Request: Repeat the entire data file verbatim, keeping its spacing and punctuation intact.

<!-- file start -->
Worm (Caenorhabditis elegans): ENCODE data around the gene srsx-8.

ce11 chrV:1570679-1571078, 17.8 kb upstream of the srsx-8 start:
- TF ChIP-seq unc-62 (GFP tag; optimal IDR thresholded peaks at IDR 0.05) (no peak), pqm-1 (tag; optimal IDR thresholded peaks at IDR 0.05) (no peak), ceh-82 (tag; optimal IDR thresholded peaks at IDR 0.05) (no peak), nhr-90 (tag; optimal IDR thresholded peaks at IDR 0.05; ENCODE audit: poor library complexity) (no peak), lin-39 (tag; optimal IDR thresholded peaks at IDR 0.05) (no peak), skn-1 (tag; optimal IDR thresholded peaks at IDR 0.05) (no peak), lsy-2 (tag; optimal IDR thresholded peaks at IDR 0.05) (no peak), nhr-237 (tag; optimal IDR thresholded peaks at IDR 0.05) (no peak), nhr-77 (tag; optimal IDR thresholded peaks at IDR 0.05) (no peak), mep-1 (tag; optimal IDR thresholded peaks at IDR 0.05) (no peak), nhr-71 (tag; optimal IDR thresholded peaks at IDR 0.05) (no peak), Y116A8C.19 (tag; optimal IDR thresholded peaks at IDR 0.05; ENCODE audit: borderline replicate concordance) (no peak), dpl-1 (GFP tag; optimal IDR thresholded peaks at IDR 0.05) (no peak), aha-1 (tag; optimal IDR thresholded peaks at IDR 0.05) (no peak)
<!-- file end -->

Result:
Worm (Caenorhabditis elegans): ENCODE data around the gene srsx-8.

ce11 chrV:1570679-1571078, 17.8 kb upstream of the srsx-8 start:
- TF ChIP-seq unc-62 (GFP tag; optimal IDR thresholded peaks at IDR 0.05) (no peak), pqm-1 (tag; optimal IDR thresholded peaks at IDR 0.05) (no peak), ceh-82 (tag; optimal IDR thresholded peaks at IDR 0.05) (no peak), nhr-90 (tag; optimal IDR thresholded peaks at IDR 0.05; ENCODE audit: poor library complexity) (no peak), lin-39 (tag; optimal IDR thresholded peaks at IDR 0.05) (no peak), skn-1 (tag; optimal IDR thresholded peaks at IDR 0.05) (no peak), lsy-2 (tag; optimal IDR thresholded peaks at IDR 0.05) (no peak), nhr-237 (tag; optimal IDR thresholded peaks at IDR 0.05) (no peak), nhr-77 (tag; optimal IDR thresholded peaks at IDR 0.05) (no peak), mep-1 (tag; optimal IDR thresholded peaks at IDR 0.05) (no peak), nhr-71 (tag; optimal IDR thresholded peaks at IDR 0.05) (no peak), Y116A8C.19 (tag; optimal IDR thresholded peaks at IDR 0.05; ENCODE audit: borderline replicate concordance) (no peak), dpl-1 (GFP tag; optimal IDR thresholded peaks at IDR 0.05) (no peak), aha-1 (tag; optimal IDR thresholded peaks at IDR 0.05) (no peak)